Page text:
Case study

Cosmetic surgeon — Mr Alex Karidis

Mr Karidis reveals how getting your medical degree is just the beginning, as he discusses what it takes to succeed as a surgeon in the demanding and ever changing cosmetic industry

How did you get your job as a cosmetic surgeon?

After studying for my medical degree at the Aristotle University of Thessaloniki in Greece, I decided to continue my training in the UK, by working for the National Health Service (NHS). From here, I developed an interest in cosmetic surgery, which soon became my passion and area of specialism.

This was the springboard for setting up my own private practice and later the private Karidis clinic.

Throughout my career professional qualifications have been important as I've received accreditation from many leading bodies, including the Royal College of Surgeons (RCS), the British Association of Aesthetic Plastic Surgeons (BAAPS), the Royal College of Physicians and Surgeons of Glasgow and the Hellenic Society of Plastic Reconstructive and Aesthetic Surgery (HESPRAS).

What's a typical working day like?

We're based in a dedicated suite of private treatment rooms in the Hospital of St John & St Elizabeth, located in St John's Wood, London. Patients visit us for both surgical and non-surgical treatments, and we truly care about each one.

Whatever's important to the patient is very important to us. We understand that the decision to embark on cosmetic surgery can be difficult, but we're here to make the journey easier, from an initial consultation to the post-procedure checks.

What do you enjoy most about working in cosmetics?

It's changing my patients' lives for the better. Seeing an increase in their self-confidence and self-esteem following a procedure is priceless.

I always listen to my patients and ensure I understand both what they want as well as what's a realistic expectation when it comes to their proposed procedure.

Most people have seen examples of bad cosmetic surgery which stands out - for example, a stretched or distorted look - and this can sometimes give plastic surgery an undeserved bad reputation.

However, I'll always offer my honest advice and professional expertise and believe it's my duty to offer cosmetic surgery which is effective, safe and ultimately gives a 'natural' result.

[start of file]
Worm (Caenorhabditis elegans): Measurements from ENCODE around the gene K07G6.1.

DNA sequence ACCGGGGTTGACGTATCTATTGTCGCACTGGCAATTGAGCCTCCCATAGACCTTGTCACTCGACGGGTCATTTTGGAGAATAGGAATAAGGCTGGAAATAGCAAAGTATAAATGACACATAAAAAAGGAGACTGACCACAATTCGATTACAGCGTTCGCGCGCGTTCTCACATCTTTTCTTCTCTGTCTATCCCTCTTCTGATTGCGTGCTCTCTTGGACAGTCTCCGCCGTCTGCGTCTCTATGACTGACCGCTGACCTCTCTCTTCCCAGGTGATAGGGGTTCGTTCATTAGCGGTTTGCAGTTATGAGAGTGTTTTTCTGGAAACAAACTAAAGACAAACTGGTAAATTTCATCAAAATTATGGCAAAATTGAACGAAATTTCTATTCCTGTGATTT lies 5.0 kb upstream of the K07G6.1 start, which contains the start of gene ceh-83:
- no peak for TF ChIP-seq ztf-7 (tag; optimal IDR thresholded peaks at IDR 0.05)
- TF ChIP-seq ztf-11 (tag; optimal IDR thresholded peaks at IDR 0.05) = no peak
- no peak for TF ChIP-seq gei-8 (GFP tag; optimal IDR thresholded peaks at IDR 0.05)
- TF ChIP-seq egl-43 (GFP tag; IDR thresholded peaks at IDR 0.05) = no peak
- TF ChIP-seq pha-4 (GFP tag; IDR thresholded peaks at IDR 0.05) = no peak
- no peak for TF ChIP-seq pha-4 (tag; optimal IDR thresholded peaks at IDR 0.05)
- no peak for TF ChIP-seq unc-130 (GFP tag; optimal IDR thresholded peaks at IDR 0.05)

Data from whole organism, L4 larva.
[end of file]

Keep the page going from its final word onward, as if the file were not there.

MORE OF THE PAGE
This is etched in my philosophy - from an initial consultation, through to postoperative care. The aim of surgery is to make people look better, not different. I believe in classic, natural, soft beauty.

What are the challenges?

At the Karidis clinic, we're renowned for turning down patients if we feel surgery will not benefit them. It's difficult if a patient has their heart set on a procedure, but I believe this is the most ethical way to proceed.

In what way is your degree and further qualifications/training relevant?

Many new techniques, implants, instruments and equipment come and go, but I don't rush to adopt them unless a clear advantage is shown.

Meticulously executed proven techniques often serve patients better in most situations than the recently advertised techniques in the press. This is not to say I don't perform the latest techniques, because I certainly do.

I just have a tendency to be more circumspect rather than aggressive about offering new techniques, which often don't stand the test of time.

How has your role developed and what are your ambitions?

The cosmetic industry is ever-changing, with new procedures, techniques and treatments continuously evolving.

I'm dedicated to perfecting my techniques to deliver the highest standards of efficacy and patient satisfaction. I seek to develop my own skills and techniques to further benefit my patients, particularly my 'invisible' scarring techniques, which leave incredibly minimal postoperative scarring.

I’ve also pioneered my own successful treatment method, alongside trialling the latest surgical devices, to become one of the UK's leading gynaecomastia surgeons.

What are your tips for aspiring cosmetic surgeons?

Decide on the area you'd like to specialise in and then practice, practice, practice. Try to hone your skills as much as you can.

You must have the passion and drive to succeed in the industry and be prepared to work extremely hard.

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